This was the theme of the first speech made by Ayub in 1958, who set the precedent for militarising politics, economics, culture and everything else. It was echoed by Yahya in 1969, who presided over the destruction of Jinnah’s Pakistan, by Zia in 1977 who introduced religion in the country’s polity and by Musharraf in 1999 who promised to bring about enlightened moderation.

From time to time, I wonder if it’s possible to coup-proof Pakistan. Sadly, based on Pakistan’s troubled history, the answer has to be ‘no.’ As has been noted by more than one observer, “most states have an army; in Pakistan, the army has a state.”

Hoodbhoy provides an overview of Pakistan’s coups, its wars with India, and its war against the Soviets in Afghanistan. Then he does a deep dive into the wars that the army has fought domestically against the various terrorist groups in Pakistan that were spawned by the holy war in Afghanistan.

Hoodbhoy refers to Pakistan’s wars with India as wars of choice. Actually, they were wars of aggression. Pakistan initiated its wars against India and lost every time. The only war it won was a war of defense against the Soviets in Afghanistan where it was heavily aided by the US and the Saudis. But that war leashed the genie of jihadism and Pakistan is still paying a price for it.

Hoodbhoy’s discussion of Pakistan’s military history is much less thorough than the discussion in other books, such as those by Brigadier Feroz Khan and Professor Tariq Rahman.

The last major encounter with India took place at Kargil in Kashmir, in the spring of 1999. It drew worldwide condemnation. Even China, presumably Pakistan’s all-weather friend, did not support it. It yielded no positive results for Pakistan. And it crossed a red line in Indo-Pakistan relations by breaking a long standing dictum in international relations, that two nuclear powers would not risk going to war because of the fear of triggering a nuclear holocaust.

Nasim Zehra wrote what is probably the most comprehensive book on Kargil. She quotes several military officers: Maj Gen Shahid Aziz said it was an “unsound military plan based on invalid assumptions, launched with little preparation and in total disregard to the regional and international environment, and was bound to fail.” Lt Gen Durrani said that the Kargil incursion had “brought home the realities of international politics” and exposed the dangers of getting carried away by “self-serving hopes and hypes.” Lt Gen Gulzar called Kargil a “blunder of Himalayan proportions.” Lt Gen Ali Quli termed the attack on Kargil “the worst debacle in Pakistan’s history.”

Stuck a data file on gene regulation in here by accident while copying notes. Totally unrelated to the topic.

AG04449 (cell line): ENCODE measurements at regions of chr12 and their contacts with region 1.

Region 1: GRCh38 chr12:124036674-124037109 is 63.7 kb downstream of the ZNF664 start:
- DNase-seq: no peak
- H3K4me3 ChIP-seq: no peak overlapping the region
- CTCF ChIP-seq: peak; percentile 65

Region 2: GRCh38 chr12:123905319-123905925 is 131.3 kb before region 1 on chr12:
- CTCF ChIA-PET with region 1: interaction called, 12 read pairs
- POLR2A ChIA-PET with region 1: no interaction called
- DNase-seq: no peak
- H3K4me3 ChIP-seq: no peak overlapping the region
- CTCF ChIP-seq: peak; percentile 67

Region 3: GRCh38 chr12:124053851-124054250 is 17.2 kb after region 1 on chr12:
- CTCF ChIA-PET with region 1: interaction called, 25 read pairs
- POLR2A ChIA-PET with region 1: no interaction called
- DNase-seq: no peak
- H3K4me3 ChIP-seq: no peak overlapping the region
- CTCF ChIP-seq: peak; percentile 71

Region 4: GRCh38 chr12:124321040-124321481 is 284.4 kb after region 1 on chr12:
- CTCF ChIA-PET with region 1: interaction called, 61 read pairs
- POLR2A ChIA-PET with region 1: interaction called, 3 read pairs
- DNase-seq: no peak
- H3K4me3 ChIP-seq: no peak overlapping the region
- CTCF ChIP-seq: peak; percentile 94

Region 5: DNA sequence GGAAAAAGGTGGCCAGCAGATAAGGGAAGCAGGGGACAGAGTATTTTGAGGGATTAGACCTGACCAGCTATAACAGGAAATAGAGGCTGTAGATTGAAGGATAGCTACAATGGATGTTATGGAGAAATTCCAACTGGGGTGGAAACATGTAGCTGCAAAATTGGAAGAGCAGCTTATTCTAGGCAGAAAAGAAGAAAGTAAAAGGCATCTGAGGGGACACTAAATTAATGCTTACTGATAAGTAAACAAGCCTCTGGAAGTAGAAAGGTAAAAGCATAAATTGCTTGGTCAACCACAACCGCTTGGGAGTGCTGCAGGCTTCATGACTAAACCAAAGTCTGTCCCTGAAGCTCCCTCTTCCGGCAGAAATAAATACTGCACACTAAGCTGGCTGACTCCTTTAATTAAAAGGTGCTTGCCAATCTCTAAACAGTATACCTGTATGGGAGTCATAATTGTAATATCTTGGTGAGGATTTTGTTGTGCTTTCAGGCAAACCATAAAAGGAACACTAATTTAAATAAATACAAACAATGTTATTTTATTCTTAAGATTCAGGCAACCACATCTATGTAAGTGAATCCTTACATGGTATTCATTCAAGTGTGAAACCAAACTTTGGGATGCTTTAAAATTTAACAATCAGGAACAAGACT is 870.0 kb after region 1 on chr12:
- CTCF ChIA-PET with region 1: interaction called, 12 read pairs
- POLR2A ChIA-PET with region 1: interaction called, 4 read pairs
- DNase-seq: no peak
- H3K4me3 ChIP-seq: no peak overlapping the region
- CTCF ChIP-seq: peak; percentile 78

By now, the people of Pakistan know that military rule is no panacea to the country’s woes. Every time a coup occurs, it looks good in the beginning. But eventually, military rule falters and fails. In one of the biggest mysteries in statecraft, the military’s importance does not go away. If anything, its footprint grows.

The size of the army increased after its defeat in the 1971 war. The military lost its stature for a few years when ZA Bhutto was prime minister. But then it overthrew him in 1977 and hanged him two years later.

No civilian can question the defense budget or challenge the military’s views on foreign policy. With every decade, the number of general officers continues to grow and so do their benefits. Retired generals get top posts in the civilian sector. The most prestigious area in each major city is the Defense Housing Authority.

What lies ahead for Pakistan? Is there a way forward? Will the military retreat and let civilian institutions develop? Will it let peace prevail with India and be willing to downsize itself?

There are no easy answers to these questions.

Dr. Faruqui is a history buff and the author of Rethinking the National Security of Pakistan, Routledge Revivals, 2020. He tweets at @ahmadfaruqui